Harmonica magus Jason Ricci is one of the modern faces of blues rock. Known for being able of pulling both vigorous, blistering bursts and melodic, slow voice-like leads with the exact same prowess, he’s also an excellent songwriter and a proficient lead singer. The multiple Blues Music Award winner’s newest project is a collaboration with accomplished organist/pianist Joe Krown. The New Orleans-styled player, whose impeccable skills are one of the most requested in the business, is currently a member of Kenny Wayne Shepherd’s band. Backed by drummer Doug Belote, the duo presents the aptly titled City Country City, their debut album.
The record, which is comprised of 12 tracks, split between covers and originals, offers a combination of jazz, funk and blues and is structured around the classic jazz/blues “organ trio” format, with Ricci’s harmonica replacing the habitual saxophone. An unusual, yet promising approach, whose outcome is revealed in the first moments of the opening title track. “City Country City” is a jazzy instrumental number that alternates its harmonica leads between melodious lines and rugged runs. This interchange, typical of Ricci’s style (as mentioned earlier), features heavily on the record, with one approach or the other eventually predominating in specific tracks. Such is the case of “Badger The Witness”, a song defined by its odd time-signature, gritty vocals and abrasive harmonica sound.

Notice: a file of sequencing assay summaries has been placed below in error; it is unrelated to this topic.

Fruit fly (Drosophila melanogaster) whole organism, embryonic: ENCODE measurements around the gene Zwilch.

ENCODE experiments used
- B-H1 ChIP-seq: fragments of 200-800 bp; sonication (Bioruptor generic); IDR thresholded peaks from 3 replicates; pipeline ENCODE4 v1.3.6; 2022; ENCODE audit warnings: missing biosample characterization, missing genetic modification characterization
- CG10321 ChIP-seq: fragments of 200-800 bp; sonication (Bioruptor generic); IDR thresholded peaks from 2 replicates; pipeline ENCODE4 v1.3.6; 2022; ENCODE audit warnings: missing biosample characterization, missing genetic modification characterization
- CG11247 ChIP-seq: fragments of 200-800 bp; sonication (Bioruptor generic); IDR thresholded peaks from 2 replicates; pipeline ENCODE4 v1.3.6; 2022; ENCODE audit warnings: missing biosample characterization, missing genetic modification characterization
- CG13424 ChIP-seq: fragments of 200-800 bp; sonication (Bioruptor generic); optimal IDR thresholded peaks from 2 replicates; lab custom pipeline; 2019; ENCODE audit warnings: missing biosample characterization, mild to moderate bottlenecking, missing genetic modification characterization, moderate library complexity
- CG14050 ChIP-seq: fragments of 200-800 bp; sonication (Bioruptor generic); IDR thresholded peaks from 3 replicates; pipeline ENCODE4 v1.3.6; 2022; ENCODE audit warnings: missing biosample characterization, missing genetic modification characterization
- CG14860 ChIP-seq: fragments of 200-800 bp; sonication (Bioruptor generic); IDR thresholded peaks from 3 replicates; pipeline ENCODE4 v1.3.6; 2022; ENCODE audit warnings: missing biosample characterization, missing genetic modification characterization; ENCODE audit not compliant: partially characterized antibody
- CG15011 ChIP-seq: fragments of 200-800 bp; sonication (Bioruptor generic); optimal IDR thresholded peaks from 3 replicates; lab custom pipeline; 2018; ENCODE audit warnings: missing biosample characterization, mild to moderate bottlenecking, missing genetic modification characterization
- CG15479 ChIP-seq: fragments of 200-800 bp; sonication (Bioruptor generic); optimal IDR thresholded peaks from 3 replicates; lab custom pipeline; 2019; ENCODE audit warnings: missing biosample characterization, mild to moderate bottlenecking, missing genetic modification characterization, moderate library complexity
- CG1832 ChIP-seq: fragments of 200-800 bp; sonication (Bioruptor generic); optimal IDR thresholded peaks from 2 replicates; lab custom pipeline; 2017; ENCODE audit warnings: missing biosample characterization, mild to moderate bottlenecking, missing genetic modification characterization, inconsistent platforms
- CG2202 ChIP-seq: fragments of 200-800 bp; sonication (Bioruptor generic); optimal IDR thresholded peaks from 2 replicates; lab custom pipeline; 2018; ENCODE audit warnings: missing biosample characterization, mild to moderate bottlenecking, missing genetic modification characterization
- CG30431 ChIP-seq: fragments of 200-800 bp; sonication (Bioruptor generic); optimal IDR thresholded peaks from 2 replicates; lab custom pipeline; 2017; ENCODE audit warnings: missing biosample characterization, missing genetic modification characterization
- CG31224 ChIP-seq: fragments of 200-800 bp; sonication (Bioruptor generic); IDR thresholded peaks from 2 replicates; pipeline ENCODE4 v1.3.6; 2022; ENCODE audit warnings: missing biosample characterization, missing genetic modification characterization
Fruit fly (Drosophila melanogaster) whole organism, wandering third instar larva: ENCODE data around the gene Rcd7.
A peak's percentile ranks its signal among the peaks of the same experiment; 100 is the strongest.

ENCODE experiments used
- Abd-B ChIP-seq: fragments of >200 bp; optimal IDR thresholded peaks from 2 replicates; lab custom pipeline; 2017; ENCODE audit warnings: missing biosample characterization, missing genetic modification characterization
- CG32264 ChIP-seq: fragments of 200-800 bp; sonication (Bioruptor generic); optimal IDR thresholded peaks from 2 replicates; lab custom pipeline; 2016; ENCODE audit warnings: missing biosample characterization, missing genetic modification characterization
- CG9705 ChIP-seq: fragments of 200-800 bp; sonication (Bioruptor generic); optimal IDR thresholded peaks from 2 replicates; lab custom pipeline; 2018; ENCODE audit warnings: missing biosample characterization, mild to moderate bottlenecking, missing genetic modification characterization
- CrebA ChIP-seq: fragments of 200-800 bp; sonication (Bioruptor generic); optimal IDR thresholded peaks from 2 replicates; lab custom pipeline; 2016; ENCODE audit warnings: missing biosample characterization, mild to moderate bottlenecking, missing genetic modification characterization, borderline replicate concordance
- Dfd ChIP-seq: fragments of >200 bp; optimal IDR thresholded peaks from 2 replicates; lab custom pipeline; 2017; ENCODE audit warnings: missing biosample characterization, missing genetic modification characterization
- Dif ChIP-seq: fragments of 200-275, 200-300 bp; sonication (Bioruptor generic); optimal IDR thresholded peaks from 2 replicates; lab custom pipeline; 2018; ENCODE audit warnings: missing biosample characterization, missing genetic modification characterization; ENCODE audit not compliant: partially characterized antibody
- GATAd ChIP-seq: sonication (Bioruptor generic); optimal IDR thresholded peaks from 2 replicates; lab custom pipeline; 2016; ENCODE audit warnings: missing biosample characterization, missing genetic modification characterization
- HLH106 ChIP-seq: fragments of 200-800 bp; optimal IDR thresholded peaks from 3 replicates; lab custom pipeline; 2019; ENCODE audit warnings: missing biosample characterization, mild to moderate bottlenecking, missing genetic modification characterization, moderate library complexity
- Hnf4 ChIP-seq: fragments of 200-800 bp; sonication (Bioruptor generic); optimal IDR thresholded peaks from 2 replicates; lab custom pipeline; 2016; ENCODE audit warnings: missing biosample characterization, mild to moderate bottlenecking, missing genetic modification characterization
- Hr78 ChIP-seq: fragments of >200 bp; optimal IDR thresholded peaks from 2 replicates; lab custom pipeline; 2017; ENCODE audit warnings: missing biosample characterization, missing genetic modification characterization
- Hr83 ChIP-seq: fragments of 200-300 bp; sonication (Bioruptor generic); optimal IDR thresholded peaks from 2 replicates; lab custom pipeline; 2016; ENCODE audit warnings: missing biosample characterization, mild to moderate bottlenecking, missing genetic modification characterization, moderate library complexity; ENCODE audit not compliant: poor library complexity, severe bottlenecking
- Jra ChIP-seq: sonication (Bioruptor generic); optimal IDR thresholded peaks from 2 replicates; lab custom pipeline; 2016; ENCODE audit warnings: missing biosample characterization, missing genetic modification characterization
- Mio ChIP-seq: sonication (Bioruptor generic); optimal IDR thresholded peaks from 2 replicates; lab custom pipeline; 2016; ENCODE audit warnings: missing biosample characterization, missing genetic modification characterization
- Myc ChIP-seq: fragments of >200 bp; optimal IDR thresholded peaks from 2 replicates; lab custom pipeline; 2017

The country-flavored instrumental cut “It Starts With Me”, on the other hand, showcases Ricci’s tender side and features some graceful harmonica phrasing. Another song worthy of further attention is the blues number that follows, “Down At The Juke”, which illustrates Krown’s skills. The song demonstrates that, in addition to efficiently providing the groundwork for Ricci’s gymnastics, the organist can be an excellent, organic soloist. All of these aspects culminate in the album’s crown jewel, the thumping rendition of Johnny Moore’s “Drifting Blues”. In the track, Ricci executes a glorious, emotionally charged solo, making the most out of the harmonica’s relatively short melodic range.
City Country City may be difficult to assimilate at first, given its lack of catchy singles and relevant rock elements, but it is certainly a fine effort by two of the most important present-day blues performers.
The Review: 7.5/10
Can’t Miss Tracks
– City Country City
– It Starts With Me
– Down At The Juke
– Drifting Blues
The Big Hit
– Drifting Blues